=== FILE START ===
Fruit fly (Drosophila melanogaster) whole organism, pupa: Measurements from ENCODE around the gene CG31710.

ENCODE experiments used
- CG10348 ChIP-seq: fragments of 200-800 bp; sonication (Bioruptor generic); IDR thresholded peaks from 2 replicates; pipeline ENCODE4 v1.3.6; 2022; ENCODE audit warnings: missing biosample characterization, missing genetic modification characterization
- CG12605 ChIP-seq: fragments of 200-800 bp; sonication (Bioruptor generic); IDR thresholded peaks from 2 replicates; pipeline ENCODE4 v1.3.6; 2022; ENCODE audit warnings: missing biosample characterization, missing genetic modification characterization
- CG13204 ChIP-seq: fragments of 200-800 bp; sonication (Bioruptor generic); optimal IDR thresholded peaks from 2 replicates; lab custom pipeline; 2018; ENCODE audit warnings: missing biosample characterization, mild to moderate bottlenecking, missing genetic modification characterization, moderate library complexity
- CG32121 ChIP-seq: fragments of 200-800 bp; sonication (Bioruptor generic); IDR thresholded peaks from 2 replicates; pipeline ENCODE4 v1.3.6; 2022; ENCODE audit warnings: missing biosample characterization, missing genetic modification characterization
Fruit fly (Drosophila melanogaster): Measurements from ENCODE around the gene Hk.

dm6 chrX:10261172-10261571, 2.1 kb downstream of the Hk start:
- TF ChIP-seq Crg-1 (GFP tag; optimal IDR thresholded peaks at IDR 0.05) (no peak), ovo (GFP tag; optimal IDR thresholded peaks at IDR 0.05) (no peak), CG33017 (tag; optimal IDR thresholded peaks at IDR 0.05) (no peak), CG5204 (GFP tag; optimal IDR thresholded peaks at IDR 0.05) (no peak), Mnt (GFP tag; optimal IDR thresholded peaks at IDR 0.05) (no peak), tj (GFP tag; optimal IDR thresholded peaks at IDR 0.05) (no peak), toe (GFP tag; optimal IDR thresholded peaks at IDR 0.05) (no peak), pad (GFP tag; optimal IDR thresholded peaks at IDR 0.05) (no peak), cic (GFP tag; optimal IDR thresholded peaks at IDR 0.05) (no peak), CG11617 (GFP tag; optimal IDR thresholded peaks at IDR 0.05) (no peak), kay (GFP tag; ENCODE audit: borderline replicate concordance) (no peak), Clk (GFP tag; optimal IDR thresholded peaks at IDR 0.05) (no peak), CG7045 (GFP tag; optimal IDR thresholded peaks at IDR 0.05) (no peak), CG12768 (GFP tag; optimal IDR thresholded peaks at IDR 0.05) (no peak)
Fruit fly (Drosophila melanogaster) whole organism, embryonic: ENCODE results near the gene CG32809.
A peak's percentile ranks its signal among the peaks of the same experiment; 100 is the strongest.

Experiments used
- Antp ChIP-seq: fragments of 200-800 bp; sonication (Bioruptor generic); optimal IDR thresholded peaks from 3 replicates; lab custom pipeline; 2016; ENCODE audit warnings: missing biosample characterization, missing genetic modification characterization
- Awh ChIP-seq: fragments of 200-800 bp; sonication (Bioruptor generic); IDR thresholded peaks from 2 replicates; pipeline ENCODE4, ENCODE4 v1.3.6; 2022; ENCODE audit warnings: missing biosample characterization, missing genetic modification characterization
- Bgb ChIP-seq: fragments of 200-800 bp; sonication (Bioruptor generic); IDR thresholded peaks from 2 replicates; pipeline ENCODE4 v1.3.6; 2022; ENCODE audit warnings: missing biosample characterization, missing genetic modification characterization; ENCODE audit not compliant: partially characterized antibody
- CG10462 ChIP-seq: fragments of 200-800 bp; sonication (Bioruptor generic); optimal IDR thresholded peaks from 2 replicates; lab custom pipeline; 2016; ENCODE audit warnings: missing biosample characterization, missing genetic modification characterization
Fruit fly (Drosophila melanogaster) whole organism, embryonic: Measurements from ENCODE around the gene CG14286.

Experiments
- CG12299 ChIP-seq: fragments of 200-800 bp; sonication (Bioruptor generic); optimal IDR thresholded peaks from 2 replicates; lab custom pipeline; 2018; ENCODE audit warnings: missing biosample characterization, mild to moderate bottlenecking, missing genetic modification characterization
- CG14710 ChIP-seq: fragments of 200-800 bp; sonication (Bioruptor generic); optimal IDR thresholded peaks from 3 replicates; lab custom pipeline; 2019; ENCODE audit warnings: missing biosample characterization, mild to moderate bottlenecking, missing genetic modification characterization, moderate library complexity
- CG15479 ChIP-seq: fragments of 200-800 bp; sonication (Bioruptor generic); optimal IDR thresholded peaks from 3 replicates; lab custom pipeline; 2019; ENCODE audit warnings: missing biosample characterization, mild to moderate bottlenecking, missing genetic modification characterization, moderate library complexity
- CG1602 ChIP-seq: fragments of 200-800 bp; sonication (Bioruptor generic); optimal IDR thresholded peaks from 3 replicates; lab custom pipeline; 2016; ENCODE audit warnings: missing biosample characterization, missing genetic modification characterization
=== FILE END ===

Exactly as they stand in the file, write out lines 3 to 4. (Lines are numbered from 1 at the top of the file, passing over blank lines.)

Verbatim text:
- CG10348 ChIP-seq: fragments of 200-800 bp; sonication (Bioruptor generic); IDR thresholded peaks from 2 replicates; pipeline ENCODE4 v1.3.6; 2022; ENCODE audit warnings: missing biosample characterization, missing genetic modification characterization
- CG12605 ChIP-seq: fragments of 200-800 bp; sonication (Bioruptor generic); IDR thresholded peaks from 2 replicates; pipeline ENCODE4 v1.3.6; 2022; ENCODE audit warnings: missing biosample characterization, missing genetic modification characterization